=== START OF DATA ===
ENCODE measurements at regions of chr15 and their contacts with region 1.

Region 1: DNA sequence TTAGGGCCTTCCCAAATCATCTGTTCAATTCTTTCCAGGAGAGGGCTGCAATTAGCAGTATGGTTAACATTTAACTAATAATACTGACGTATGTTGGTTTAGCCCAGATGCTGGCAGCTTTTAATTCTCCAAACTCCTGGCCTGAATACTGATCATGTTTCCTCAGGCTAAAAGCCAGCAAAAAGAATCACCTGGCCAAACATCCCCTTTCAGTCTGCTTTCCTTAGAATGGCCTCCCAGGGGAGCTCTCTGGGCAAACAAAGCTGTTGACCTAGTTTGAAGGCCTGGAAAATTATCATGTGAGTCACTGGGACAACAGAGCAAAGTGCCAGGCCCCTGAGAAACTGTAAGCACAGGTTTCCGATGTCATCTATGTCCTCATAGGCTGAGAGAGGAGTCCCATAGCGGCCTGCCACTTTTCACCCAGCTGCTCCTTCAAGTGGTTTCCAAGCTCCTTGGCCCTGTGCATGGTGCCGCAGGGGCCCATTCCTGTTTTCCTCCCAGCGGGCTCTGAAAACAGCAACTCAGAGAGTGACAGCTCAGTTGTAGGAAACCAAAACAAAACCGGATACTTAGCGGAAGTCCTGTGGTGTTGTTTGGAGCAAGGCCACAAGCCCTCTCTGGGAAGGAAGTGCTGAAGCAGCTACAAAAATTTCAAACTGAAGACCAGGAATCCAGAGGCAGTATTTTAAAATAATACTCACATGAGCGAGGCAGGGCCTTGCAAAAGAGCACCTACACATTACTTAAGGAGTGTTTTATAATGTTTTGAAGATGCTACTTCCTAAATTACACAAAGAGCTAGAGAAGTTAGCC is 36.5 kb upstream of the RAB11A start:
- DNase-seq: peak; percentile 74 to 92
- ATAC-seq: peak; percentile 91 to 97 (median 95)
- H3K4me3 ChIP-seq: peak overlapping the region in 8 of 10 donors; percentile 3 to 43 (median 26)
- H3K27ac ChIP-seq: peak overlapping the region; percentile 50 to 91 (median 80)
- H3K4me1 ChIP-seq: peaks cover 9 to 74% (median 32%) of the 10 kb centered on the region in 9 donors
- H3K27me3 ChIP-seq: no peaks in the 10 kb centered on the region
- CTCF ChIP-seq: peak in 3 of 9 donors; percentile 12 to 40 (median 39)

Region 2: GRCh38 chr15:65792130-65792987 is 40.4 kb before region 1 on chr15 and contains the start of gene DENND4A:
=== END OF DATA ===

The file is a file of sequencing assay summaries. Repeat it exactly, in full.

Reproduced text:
ENCODE measurements at regions of chr15 and their contacts with region 1.

Region 1: DNA sequence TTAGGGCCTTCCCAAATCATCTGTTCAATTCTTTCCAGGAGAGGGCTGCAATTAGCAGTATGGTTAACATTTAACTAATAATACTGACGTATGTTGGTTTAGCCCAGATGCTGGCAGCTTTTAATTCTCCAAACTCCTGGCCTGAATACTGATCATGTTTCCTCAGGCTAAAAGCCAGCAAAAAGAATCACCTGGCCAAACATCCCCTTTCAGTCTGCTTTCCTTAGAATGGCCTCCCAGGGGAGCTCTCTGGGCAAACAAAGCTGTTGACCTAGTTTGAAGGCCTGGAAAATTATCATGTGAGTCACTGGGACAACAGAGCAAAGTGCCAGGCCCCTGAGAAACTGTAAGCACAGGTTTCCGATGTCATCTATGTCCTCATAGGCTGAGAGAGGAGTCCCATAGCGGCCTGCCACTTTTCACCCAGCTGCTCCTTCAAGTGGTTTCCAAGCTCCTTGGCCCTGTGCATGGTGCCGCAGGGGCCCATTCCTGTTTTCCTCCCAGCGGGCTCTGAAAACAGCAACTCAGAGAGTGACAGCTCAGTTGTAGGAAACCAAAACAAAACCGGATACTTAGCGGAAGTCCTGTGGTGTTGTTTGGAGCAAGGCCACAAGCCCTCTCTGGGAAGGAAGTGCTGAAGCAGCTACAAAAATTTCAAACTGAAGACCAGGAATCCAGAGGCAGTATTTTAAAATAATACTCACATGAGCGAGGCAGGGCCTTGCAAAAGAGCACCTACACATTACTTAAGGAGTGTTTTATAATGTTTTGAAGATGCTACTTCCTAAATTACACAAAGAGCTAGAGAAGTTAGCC is 36.5 kb upstream of the RAB11A start:
- DNase-seq: peak; percentile 74 to 92
- ATAC-seq: peak; percentile 91 to 97 (median 95)
- H3K4me3 ChIP-seq: peak overlapping the region in 8 of 10 donors; percentile 3 to 43 (median 26)
- H3K27ac ChIP-seq: peak overlapping the region; percentile 50 to 91 (median 80)
- H3K4me1 ChIP-seq: peaks cover 9 to 74% (median 32%) of the 10 kb centered on the region in 9 donors
- H3K27me3 ChIP-seq: no peaks in the 10 kb centered on the region
- CTCF ChIP-seq: peak in 3 of 9 donors; percentile 12 to 40 (median 39)

Region 2: GRCh38 chr15:65792130-65792987 is 40.4 kb before region 1 on chr15 and contains the start of gene DENND4A: